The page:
The reflective zombie: Problematizing the conceptual framework of reflection in medical education
Perspectives on Medical Education , Volume 7 - Issue 6 p. 394- 400
Reflection is an ambiguous and profoundly complex human activity. We celebrate the developments in teaching and researching reflection in education, yet have identified flaws in the way reflection has been operationalized: medical education has translated the age-old concept into a teachable and measureable construct. We fear that in this process of operationalization, the philosophical underpinnings of reflection have been discarded. We illustrate this with a thought experiment about a ‘reflective zombie’: students who have been conditioned to follow prescribed thought steps rather than engaging in truly reflective behaviour. In research and assessment of reflection, measuring tools might be unable to distinguish reflective zombies from students who authentically reflect. We argue that the instrumental approach lies at the root of this problem as it limits the rich concept of reflection and illustrate our point by describing problems related to paradigm (we are looking at reflection in the wrong way), methods (we are using the wrong tools), and epistemics (can we even know what we want to know?). We offer three suggestions for implementing reflection into the curriculum and for research into reflection. First, acknowledge the diversity of reflection and let go of the ‘checklist approach’. Second, embrace the personal nature of reflection by stimulating awareness of one’s personal reflection styles as part of the reflective process. Third, shift the focus of research to the practice of reflection. We believe that a strong vision on reflection can lead to a balanced curriculum, setting students up for a lifelong learning as a reflective practitioner.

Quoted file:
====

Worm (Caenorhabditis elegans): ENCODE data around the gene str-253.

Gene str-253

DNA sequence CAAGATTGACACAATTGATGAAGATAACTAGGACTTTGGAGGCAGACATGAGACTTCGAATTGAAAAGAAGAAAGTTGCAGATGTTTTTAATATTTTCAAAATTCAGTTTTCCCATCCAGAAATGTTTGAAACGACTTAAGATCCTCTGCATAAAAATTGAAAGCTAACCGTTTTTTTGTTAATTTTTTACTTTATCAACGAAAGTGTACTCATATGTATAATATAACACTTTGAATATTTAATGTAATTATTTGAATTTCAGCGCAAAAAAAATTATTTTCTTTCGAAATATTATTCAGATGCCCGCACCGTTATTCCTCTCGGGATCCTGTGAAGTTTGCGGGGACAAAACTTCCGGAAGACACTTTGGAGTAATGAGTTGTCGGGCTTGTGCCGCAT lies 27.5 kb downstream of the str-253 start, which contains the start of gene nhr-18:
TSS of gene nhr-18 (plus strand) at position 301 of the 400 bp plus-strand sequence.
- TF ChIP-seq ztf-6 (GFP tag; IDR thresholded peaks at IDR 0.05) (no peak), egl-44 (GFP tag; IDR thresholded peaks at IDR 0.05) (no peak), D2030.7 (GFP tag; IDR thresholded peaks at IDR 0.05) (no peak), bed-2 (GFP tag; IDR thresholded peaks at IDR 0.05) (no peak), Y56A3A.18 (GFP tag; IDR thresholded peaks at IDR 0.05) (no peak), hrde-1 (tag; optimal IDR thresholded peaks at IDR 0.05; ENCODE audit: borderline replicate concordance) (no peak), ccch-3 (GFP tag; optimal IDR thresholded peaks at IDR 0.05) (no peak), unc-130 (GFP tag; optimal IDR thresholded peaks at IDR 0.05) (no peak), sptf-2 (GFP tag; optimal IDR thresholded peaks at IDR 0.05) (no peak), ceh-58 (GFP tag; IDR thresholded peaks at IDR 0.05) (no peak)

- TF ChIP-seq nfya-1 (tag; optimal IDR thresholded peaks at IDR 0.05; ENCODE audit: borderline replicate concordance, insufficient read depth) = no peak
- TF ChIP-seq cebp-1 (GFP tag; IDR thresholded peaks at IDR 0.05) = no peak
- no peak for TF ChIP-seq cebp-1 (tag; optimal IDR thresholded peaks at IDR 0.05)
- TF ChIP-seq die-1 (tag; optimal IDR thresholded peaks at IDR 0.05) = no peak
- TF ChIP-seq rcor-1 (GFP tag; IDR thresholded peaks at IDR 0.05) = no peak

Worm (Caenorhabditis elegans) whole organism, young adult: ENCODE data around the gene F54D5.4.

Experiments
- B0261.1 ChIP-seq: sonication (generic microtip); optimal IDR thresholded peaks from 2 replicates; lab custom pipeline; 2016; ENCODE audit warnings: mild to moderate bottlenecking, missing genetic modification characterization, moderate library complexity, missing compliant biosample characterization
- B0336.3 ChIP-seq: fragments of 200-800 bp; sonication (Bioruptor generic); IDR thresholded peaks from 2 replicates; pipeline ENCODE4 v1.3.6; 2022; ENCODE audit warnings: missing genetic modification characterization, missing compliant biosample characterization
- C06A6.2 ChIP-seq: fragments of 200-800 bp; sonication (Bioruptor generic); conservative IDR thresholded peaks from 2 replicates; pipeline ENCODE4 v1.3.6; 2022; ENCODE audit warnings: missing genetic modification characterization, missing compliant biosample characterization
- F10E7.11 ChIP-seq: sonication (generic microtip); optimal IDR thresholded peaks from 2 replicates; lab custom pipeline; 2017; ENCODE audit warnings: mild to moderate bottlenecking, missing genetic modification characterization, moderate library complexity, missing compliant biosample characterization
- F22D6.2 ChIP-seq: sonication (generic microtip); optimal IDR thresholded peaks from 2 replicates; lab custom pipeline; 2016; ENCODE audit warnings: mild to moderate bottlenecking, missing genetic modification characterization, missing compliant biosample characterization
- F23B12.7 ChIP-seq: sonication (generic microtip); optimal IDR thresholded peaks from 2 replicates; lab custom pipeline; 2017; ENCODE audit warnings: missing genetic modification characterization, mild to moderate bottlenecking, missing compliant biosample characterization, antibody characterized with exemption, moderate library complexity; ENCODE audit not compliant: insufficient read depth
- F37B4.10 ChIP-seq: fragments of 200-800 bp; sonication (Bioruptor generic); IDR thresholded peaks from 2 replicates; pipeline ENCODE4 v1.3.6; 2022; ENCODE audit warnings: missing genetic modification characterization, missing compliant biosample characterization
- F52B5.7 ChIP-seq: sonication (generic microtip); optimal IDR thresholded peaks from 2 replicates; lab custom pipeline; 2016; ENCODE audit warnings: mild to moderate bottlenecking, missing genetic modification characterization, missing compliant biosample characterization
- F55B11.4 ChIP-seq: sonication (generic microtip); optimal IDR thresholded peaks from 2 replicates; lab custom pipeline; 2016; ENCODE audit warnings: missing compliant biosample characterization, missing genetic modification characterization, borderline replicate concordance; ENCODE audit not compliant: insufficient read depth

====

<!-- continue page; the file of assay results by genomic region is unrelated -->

|Reflection · Methodology · Assessment · Theory|
|Perspectives on Medical Education|
de la Croix, A, & Veen, M. (2018). The reflective zombie: Problematizing the conceptual framework of reflection in medical education. Perspectives on Medical Education, 7(6), 394–400. doi:10.1007/s40037-018-0479-9